Kitchener stitch – the invisible seam

The Kitchener stitch invisibly joins two pieces of knitting and is perfect for toes and shoulder seams. But the Kitchener stitch is also used for mending.

How to sew the mattress stitch knitting tutorial donnarossa

Some of the seams bother me. They are often thick and stand out. The Kitchener stitch joins opposite open stitches that have not been bound off.

The name Kitchener stitch means that you form stitches that look like knitting with the help of a blunt tapestry needle.

When you join two pieces with the Kitchener stitch, there is no seam visible.

In the video, I show the Kitchener stitch with a contrast yarn to make the steps more visible. However, use the working yarn for your pieces.

The Kitchener stitch is suitable for socks that are knitted from the top to the toe and you join the toe stitches together at the end. Or for tops, knit from the bottom up and join the shoulder stitches together.

The stitch is also suitable for mending knitwear. Do you want to shorten a knitted piece? To do this, take the stitches at the bottom and top on two needles, cut or unravel the knitted fabric in between and join the pieces with the Kitchener stitch.

What material do I need?

  • Working yarn
  • blunt tapestry needle
  • scissors

How do I make the Kitchener stitch?

Cut a thread end that is at least 2 times as long as the edge, plus 20 cm for the thread ends for sewing. Thread the tail into the tapestry needle.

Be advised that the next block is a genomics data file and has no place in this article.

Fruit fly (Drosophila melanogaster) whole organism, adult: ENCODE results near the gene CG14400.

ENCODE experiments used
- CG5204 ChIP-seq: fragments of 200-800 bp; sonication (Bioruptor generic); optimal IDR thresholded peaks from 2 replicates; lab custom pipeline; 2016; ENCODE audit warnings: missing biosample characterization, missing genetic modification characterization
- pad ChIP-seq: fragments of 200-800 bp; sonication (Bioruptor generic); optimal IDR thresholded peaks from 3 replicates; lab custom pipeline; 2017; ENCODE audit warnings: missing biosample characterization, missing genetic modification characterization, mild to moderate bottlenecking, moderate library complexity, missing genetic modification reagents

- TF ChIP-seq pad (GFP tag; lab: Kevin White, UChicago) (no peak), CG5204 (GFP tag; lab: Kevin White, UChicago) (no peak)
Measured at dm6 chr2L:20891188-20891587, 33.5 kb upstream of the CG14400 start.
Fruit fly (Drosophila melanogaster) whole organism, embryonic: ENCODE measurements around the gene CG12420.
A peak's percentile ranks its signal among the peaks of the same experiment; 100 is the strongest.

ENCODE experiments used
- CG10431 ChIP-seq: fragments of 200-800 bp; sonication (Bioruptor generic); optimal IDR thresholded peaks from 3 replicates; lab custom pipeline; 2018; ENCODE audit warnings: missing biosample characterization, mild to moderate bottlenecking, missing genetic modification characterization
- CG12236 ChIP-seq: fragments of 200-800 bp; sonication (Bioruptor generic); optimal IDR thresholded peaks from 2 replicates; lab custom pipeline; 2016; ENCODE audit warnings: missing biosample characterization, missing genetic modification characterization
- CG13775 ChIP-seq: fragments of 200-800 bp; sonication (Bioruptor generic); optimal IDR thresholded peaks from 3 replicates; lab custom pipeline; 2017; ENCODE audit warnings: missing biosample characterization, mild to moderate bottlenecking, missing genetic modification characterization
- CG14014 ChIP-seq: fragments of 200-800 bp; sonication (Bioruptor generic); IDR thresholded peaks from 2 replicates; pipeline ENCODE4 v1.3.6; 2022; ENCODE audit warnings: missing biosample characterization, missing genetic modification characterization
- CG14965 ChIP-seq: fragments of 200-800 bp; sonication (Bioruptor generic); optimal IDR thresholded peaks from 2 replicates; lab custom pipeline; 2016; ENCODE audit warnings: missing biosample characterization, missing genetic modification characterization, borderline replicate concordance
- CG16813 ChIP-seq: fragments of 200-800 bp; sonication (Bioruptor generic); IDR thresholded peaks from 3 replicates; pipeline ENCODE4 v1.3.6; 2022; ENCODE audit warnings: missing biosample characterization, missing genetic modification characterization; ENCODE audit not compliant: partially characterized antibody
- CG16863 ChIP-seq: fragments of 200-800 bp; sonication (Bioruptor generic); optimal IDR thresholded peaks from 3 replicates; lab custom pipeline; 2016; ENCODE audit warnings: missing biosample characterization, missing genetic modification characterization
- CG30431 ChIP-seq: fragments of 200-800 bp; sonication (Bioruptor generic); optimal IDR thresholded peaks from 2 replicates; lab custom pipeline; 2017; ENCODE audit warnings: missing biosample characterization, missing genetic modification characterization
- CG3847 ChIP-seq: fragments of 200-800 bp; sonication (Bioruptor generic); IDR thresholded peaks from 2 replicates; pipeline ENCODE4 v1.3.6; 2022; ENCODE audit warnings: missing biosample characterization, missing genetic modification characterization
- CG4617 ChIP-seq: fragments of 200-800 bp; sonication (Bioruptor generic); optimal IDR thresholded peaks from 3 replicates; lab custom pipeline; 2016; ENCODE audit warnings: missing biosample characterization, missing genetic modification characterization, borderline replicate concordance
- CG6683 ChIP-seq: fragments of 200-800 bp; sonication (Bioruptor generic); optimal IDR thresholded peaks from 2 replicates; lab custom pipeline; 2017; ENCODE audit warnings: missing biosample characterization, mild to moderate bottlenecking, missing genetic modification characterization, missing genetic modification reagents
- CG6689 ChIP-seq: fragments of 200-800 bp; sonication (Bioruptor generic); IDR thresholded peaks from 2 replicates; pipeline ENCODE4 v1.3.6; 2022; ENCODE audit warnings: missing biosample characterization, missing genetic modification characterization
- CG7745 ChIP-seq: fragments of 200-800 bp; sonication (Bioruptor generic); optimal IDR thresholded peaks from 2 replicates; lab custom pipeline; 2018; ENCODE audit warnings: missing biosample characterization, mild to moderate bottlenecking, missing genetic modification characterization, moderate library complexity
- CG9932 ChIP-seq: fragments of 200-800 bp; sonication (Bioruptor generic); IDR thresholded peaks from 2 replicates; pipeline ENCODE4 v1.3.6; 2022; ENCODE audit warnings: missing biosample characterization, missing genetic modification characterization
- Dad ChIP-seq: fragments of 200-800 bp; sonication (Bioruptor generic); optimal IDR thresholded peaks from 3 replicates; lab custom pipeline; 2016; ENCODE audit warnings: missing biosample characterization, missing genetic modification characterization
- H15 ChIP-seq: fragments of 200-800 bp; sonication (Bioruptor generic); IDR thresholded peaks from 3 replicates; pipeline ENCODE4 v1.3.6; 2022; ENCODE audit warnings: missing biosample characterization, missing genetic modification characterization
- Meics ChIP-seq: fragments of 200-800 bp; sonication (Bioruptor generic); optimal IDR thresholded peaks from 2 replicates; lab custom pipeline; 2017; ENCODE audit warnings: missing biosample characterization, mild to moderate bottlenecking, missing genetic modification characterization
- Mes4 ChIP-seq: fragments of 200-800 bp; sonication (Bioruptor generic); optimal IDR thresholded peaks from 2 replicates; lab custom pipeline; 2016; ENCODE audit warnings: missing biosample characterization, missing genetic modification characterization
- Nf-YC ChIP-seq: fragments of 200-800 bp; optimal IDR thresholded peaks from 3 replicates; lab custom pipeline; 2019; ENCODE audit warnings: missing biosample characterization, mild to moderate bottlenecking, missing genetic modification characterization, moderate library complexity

Hold the pieces with the right side out and the needles parallel to each other. Push the stitches to the right end of the needles.

  1. Front needle

    Insert the tapestry needle from right to left into the first stitch and pull the thread through.

  2. Back needle

    Insert the tapestry needle from left to right into the first stitch and pull the thread through.

  3. Front needle

    Insert the tapestry needle from left to right into the first stitch and let the stitch slip off the needle. Slip from right to left into the next stitch and pull the thread through.

  4. Back needle

    Insert the tapestry needle from right to left into the first stitch and let the stitch slip off the needle. Slip from left to right into the next stitch and pull the thread through.

  5. Repeat steps 3-4 until there is only 1 stitch left on each needle.

  6. Front needle

    Insert the tapestry needle from left to right into the last stitch and pull the thread through.

  7. Back needle

    Insert the tapestry needle from right to left into the last stitch and pull the thread through.

For purl knits, you can also use the same stitch. The easiest way to do this is to hold the knitted pieces together with the wrong side out.

Examples of use for the Kitchener stitch

Leave a Reply

Your email address will not be published. Required fields are marked *

This site uses Akismet to reduce spam. Learn how your comment data is processed.